Ray Of Hope

By Sara James Butcher on September 15, 2018

ray with gov scott

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When KCNQ2 Mom Holley Moseley decided to write the story of her daughter’s harrowing odyssey from desperately ill child to cheerful teenager, she knew exactly what the title had to be.

“She’s my Ray of Hope.”

Ray of Hope tells the story of RayAnn Heller, a little girl born with rare genetic epilepsy KCNQ2.

RayAnn

Ray Ann

RayAnn is also a born fighter, blessed with a mom who has backed her every step of the way. Ray of Hope is a story of drama and serendipity, of love and hope and what it means to be a family.

It’s also a story of how hard it is for families when a child suffers uncontrolled and lengthy seizures.

Holley says RayAnn took a powerful cocktail of anti-epileptic drugs but grew worse and worse. Holley says she was told to prepare for the unthinkable; they might need to say goodbye to RayAnn.

 

Instead, Holley wanted to say goodbye to medicines she believed weren’t working.

“I’m a nurse. I’m accustomed to taking doctors’ orders. But I’ve learned you have to trust your gut. You’re with your child all day every day. Doctors only see snapshots. Sometimes you need a second opinion. Or a third or a fourth.”

Holley realized there might be another path for her oldest daughter when she saw Weed, Dr. Sanjay Gupta’s documentary about medical cannabis.

Could this be the answer for RayAnn?

agovernor

Florida Governor Rick Scott

The first step was to gain legal access to the drug in their home state of Florida. Holley and RayAnn were among those who lobbied the legislature. In 2014, RayAnn was a poster child for the Compassionate Medical Cannabis Act. She had her picture taken with Florida Governor Rick Scott.

Holley says RayAnn received her first dose of what the family calls her “special medicine” on September 19, 2015, at 6:17 am. “I recorded it, the way I keep track of all her milestones.”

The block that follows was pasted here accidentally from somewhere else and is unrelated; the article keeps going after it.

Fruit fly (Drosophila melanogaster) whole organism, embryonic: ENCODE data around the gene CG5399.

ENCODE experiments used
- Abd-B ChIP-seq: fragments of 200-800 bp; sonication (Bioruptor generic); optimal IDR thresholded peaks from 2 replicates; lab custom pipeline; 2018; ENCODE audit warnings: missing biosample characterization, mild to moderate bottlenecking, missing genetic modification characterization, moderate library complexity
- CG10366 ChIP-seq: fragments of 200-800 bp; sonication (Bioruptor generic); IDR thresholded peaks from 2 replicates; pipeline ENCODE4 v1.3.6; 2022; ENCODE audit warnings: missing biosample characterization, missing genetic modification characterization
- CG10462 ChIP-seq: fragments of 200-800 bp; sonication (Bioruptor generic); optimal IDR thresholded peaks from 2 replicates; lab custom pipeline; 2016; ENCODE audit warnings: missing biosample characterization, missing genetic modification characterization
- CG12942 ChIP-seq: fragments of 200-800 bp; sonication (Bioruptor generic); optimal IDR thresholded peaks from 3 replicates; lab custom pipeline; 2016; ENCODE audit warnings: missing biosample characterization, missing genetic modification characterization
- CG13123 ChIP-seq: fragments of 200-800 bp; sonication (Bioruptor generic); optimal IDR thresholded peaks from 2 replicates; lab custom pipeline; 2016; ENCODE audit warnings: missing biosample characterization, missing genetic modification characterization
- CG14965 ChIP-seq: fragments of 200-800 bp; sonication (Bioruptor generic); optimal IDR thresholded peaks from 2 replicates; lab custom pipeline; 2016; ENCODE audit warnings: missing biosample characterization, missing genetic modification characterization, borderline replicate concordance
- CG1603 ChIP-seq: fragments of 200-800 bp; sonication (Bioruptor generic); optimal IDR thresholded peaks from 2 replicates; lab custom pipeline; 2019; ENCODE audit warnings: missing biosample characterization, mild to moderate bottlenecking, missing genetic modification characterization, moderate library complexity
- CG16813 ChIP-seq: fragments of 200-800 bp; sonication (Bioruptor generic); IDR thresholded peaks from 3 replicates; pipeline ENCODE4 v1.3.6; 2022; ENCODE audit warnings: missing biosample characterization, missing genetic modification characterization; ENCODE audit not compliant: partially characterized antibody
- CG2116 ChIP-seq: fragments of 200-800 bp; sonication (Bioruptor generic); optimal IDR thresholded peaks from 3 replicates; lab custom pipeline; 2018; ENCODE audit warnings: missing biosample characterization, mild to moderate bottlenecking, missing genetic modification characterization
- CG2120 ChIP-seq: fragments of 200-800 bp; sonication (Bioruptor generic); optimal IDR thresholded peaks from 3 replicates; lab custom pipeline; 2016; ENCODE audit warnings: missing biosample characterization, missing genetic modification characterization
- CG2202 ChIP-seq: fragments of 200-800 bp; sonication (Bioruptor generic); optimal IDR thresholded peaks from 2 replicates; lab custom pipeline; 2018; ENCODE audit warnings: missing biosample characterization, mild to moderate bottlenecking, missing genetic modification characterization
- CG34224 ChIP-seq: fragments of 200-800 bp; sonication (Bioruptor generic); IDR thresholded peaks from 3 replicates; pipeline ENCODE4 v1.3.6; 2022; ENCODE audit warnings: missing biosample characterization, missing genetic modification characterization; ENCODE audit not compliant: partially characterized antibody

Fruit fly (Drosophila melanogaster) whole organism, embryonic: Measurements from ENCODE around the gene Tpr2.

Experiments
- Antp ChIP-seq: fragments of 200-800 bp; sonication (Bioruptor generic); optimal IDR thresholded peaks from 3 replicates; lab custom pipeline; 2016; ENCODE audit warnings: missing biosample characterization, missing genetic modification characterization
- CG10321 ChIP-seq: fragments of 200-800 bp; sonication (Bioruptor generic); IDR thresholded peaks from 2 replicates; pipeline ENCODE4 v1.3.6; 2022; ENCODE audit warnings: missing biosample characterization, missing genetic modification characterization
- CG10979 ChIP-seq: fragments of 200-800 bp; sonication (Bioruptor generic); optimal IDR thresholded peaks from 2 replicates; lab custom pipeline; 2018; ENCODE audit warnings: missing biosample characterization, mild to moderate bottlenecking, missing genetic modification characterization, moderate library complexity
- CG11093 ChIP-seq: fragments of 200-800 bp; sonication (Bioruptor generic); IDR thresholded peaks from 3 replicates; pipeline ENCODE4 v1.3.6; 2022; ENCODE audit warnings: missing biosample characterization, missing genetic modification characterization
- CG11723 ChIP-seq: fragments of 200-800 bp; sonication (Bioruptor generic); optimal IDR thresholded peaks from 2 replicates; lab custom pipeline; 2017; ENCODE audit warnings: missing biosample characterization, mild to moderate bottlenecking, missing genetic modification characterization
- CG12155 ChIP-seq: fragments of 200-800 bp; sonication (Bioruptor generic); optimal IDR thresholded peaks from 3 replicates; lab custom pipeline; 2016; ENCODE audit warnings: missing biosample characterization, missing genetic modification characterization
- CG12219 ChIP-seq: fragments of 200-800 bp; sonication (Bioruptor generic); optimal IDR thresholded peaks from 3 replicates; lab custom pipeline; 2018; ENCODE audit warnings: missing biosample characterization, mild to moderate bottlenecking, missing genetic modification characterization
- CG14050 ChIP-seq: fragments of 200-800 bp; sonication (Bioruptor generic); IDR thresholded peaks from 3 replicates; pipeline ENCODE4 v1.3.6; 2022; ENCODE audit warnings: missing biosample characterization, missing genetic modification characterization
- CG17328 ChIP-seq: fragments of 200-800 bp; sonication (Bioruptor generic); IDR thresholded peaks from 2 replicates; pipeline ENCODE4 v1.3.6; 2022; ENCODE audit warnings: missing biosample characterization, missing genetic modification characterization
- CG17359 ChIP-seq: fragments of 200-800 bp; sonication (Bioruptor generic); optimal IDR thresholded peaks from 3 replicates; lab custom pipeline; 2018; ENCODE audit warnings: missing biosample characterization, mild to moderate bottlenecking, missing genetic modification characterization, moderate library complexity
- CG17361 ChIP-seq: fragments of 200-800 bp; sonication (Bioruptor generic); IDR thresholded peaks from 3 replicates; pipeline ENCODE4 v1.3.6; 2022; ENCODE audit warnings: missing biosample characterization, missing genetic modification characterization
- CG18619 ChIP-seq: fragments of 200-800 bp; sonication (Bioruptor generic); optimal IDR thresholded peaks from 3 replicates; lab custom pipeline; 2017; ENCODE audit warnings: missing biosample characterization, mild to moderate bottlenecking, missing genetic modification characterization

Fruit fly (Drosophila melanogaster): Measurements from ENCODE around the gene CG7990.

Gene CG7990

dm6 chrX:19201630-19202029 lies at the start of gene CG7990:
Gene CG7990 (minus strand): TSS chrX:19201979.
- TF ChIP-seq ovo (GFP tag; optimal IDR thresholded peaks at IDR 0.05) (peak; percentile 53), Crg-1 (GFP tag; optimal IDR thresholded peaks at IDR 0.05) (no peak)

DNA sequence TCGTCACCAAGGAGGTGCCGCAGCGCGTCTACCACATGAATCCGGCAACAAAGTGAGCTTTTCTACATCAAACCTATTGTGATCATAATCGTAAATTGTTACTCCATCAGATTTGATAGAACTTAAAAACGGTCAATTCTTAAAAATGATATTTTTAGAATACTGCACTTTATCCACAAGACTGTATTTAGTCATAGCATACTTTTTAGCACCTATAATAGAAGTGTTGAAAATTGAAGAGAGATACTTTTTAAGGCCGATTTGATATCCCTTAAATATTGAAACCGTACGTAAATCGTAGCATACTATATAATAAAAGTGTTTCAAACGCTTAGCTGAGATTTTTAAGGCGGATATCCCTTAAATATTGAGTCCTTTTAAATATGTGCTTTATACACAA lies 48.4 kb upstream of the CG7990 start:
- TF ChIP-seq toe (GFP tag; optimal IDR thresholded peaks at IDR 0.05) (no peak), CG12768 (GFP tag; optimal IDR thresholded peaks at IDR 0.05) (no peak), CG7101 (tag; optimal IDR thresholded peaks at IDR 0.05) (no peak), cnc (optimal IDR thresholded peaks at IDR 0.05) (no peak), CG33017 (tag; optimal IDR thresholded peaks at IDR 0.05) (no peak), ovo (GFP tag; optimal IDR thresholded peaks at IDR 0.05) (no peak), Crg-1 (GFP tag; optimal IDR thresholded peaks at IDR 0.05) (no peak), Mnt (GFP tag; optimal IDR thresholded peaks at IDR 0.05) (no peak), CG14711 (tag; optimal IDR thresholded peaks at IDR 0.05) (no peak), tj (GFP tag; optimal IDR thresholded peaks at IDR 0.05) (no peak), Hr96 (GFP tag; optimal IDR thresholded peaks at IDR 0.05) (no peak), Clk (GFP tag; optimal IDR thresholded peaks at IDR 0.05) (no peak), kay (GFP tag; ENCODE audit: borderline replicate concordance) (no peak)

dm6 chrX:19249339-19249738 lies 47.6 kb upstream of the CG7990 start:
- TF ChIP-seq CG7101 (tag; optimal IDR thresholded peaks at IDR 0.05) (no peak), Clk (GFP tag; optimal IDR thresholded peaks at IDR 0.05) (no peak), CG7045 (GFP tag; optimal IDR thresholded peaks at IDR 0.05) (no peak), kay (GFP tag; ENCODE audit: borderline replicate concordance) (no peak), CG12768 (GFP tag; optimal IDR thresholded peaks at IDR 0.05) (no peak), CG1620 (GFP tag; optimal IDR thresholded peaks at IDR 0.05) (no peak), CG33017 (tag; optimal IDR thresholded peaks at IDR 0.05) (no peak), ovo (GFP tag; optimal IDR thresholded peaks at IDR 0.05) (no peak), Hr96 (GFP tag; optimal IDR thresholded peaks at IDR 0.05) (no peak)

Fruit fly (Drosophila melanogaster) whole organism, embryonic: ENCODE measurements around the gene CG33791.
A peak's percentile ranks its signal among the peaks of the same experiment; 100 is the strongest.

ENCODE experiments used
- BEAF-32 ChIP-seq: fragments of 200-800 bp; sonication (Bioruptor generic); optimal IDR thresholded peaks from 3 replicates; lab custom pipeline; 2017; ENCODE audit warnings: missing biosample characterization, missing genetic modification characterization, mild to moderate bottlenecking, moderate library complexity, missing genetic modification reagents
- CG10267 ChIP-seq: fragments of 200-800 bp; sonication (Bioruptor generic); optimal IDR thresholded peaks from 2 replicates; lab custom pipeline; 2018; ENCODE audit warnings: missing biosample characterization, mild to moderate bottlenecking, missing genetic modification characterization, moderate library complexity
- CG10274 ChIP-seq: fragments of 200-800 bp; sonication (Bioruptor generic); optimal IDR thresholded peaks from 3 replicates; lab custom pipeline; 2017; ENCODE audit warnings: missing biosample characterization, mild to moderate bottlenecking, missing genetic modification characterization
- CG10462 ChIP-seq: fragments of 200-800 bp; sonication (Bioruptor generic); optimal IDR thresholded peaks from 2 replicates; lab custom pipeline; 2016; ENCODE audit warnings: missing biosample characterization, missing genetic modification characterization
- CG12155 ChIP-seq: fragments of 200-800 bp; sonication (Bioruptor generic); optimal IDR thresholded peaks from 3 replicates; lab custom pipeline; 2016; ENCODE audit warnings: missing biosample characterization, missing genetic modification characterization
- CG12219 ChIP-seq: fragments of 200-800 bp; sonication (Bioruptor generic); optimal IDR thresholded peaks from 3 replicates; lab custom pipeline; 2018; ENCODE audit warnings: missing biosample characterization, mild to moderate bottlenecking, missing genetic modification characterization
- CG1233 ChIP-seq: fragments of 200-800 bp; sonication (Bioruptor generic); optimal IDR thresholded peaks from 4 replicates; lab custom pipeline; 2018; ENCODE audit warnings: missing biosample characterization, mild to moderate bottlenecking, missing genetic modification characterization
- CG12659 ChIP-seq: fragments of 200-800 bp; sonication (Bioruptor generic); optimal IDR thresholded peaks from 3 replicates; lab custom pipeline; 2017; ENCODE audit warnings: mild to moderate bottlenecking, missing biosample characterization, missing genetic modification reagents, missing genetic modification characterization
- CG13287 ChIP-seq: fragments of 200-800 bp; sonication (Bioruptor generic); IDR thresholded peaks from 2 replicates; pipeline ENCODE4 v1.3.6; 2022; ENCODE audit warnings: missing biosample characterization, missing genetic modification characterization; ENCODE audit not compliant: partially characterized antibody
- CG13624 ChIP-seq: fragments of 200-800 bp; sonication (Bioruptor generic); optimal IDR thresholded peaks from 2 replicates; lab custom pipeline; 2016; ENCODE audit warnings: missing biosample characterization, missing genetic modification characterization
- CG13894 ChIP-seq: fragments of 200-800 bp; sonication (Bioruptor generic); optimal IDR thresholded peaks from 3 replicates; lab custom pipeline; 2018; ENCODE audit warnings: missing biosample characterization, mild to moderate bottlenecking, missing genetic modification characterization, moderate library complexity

They took things slowly, under a doctor’s supervision. “Today, RayAnn is down from four anti-epileptic drugs to a small dose of one anti-epileptic drug and her “special medicine.”

Holley says RayAnn hasn’t had a seizure in more than a year and that her speech and understanding have increased. These days she uses her lobbying skills in a new way – to make sure she can volunteer with her youth group at the family’s church.

Each child’s journey is unique. There’s no guarantee that a medicine which works for one child will work for another. But Holley explains she wrote the story of her family’s search for answers so that RayAnn could be a Ray of Hope for others.

Holley Moseley spoke at the KCNQ2 Cure Summit on September 15, 2018.

To learn move about her book or purchase a copy click here

Sara James Butcher

Sara is an Emmy award-winning correspondent who covers Australasia for the US Today Show. Before moving to Australia in 2008, Sara reported for Dateline NBC on the Taliban of Afghanistan, modern slavery in Sudan, the Bosnian War Crimes Tribunal, and 9/11 in her hometown of New York. Sara also served as substitute anchor on the Today Show news desk. An American in Oz is her third book. Sara’s fortnightly featured commentary by the same name debuts on ABC News Breakfast in January. She and her Australian husband Andrew Butcher live in the Macedon Ranges near Melbourne with their two daughters.

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